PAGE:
After giving bad advice, Haman’s wife and friends abandon him to his fate.

Est 6:13 His advisers and his wife Zeresh said to him:

Since Mordecai, before whom your downfall has started, is of Jewish origin, you cannot stand against him—you will surely come to ruin!


6:14 While they were still talking with him, the king’s eunuchs arrived and hurried Haman away to the banquet Esther had prepared.

7:1-6 So the king and Haman went to dine with Queen Esther…

Queen Esther, what is your petition? It will be given you. What is your request? Even up to half the kingdom, it will be granted.

The king’s curiosity has piqued and for the third time he asks Esther what her request is. No doubt he is curious to know what was so important that Esther not only risked her life, but also has hosted two banquets for him.

While on the first two occasions she seems to have hesitated, in hindsight we see that God, in his providence, had used her delay to complete Haman’s downfall.

Haman has been publicly humiliated in the streets of Susa by having to honour his enemy.

He has erected a stake to impale a man the king has just honoured.

All that remains is for Esther to finally make her petition to the king.


If I have found favour with you, O king, and if it pleases your majesty, grant me my life—this is my petition. And spare my people—this is my request.

Esther associates herself with her people and their fate. She is about to reveal her national identity for the first time. She does not immediately accuse Haman as we might have expected but instead tells the king that her life along with the lives of her people are in jeopardy.

For I and my people have been sold for destruction and slaughter and annihilation. If we had merely been sold as male and female slaves, I would have kept quiet, because no such distress would justify disturbing the king.

Who is he? Where is the man who has dared to do such a thing?

Ahasuerus may have thought he was coming to a nice private little party where his queen had a relatively minor issue she wanted to inform him about.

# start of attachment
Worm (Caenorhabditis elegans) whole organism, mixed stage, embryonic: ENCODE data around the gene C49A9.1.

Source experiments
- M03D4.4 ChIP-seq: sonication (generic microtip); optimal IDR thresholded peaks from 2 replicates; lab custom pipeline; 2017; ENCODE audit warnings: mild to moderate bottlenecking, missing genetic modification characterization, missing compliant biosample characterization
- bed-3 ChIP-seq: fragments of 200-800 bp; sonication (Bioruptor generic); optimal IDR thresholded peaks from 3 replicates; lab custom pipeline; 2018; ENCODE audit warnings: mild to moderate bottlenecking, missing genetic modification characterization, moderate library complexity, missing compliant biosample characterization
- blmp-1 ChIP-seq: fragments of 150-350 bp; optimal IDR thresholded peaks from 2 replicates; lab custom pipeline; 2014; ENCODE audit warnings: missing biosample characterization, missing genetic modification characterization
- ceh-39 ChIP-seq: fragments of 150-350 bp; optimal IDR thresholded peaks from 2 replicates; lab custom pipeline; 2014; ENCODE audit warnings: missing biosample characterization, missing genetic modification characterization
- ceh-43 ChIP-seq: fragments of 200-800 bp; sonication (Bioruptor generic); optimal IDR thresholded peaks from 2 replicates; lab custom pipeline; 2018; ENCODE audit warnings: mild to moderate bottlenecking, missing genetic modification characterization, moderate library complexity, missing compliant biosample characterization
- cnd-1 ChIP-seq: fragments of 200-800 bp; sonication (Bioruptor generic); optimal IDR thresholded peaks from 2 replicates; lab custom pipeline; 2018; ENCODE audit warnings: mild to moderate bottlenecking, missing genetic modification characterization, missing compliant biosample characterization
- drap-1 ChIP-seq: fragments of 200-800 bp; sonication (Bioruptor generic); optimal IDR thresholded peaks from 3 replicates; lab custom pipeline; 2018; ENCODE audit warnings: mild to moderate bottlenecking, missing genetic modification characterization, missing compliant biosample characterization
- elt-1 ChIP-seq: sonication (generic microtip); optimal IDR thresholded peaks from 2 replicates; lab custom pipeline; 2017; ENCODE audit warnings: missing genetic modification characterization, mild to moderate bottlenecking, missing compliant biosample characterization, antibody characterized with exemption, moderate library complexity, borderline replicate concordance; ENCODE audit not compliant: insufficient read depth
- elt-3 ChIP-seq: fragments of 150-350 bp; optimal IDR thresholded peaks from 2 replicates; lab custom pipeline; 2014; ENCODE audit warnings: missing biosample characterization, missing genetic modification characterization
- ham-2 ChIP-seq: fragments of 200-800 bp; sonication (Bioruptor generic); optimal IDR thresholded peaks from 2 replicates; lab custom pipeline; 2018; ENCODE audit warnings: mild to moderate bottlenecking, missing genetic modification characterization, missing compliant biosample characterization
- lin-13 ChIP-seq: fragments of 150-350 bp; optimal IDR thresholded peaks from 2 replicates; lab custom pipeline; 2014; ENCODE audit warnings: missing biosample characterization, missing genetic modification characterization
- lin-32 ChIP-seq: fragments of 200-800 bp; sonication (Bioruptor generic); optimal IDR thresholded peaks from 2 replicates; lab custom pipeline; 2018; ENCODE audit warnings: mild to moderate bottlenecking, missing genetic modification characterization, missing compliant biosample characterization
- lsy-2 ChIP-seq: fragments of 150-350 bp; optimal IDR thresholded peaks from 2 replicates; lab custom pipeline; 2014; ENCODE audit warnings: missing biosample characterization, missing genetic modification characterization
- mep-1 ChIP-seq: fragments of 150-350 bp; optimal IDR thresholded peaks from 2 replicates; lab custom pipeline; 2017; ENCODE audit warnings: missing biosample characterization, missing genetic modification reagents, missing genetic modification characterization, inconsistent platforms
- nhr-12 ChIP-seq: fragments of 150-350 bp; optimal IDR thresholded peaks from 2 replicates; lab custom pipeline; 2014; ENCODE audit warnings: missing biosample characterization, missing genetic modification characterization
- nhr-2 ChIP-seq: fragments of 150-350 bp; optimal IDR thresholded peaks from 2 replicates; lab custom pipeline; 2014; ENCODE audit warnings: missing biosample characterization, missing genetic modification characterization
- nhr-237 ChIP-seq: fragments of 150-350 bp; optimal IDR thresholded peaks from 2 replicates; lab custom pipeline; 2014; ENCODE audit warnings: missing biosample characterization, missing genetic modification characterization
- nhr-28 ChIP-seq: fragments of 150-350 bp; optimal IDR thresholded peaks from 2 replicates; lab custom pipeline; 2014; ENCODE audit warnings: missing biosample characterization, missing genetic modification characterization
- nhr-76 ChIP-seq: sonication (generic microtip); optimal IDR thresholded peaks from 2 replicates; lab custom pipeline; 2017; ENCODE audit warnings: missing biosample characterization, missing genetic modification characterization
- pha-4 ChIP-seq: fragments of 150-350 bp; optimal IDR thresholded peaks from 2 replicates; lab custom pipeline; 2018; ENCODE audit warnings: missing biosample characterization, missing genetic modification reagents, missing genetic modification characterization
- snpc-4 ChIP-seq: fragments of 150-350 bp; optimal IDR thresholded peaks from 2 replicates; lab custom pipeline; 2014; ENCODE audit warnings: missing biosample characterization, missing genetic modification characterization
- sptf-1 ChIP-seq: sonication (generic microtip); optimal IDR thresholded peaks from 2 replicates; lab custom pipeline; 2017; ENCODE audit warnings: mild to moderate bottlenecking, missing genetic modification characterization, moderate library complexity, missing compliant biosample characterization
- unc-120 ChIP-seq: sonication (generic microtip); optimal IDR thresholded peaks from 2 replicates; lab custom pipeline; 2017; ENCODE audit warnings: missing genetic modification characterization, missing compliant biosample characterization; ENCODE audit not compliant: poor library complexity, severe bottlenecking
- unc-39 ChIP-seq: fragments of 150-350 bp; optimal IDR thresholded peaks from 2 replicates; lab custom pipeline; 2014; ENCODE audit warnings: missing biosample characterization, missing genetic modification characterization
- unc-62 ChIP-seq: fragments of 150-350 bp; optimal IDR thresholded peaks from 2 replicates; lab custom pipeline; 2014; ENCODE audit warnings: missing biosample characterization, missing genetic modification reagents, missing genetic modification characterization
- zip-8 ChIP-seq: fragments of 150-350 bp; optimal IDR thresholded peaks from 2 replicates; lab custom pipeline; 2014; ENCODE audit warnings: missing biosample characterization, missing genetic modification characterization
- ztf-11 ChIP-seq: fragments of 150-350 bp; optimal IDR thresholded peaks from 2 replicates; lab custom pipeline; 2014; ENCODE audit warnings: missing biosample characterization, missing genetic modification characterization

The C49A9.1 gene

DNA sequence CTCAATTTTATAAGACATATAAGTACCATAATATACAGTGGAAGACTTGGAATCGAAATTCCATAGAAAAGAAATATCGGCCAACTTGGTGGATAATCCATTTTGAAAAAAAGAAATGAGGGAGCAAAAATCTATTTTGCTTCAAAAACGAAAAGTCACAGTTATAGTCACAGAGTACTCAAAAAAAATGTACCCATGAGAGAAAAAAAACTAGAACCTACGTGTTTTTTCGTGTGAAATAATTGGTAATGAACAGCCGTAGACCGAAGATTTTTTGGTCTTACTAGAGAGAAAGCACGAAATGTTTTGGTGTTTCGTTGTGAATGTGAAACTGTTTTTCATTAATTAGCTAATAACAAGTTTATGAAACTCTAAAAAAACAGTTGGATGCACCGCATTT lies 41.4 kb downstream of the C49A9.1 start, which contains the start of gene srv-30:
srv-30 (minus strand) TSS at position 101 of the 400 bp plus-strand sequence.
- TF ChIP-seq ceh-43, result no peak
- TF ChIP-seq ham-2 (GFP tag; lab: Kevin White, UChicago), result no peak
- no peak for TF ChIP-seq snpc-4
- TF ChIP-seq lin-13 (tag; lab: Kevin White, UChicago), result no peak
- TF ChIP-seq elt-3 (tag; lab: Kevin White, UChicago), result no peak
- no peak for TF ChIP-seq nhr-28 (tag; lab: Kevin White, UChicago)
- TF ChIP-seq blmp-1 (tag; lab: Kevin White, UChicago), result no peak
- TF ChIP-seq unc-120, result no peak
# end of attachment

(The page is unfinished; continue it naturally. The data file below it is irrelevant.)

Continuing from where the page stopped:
Now it turns out that her life is in danger. His beautiful wife is not safe within his own kingdom! He is immediately angry that someone would attempt to injure his queen and her people.

But at this stage neither the king or Haman knew that Esther was Jewish. Remember that Mordecai had previously advised her to conceal her nationality. So the question, “Who is he?” indicates that the king is clearly not linking this to the decree of death that Haman drafted.




IRONY: a state of affairs that seems contrary to what one expects and is often amusing as a result.

It is ironic that the angry king asks for the identity and the whereabouts of the man who would dare do this, without suspecting that it was his favourite right hand man sitting with them in the same room.

The adversary and enemy is this vile Haman.


Even the king must have been surprised at this revelation for he too was unaware of Esther’s nationality. But imagine how Haman’s heart sank when he discovered that the queen belongs to the race of people he planned to annihilate! Only the previous day he was ready to believe that there was no one else within the kingdom that the king would desire to honour more than himself. Now Haman is convinced that he will be executed.

7:6-7 Then Haman was terrified before the king and queen. The king got up in a rage, left his wine and went out into the palace garden. But Haman, realizing that the king had already decided his fate, stayed behind to beg Queen Esther for his life.

When the king asked who the source of this danger is (“Where is the man who has dared to do such a thing?”) he clearly didn’t realise that it was as a result of a decree that he played a role in approving.

He is now probably angry at himself for the part that he played in the decree. He likely regretted that he had not check the details of the decree more carefully, because of his implicit trust in Haman’s judgment.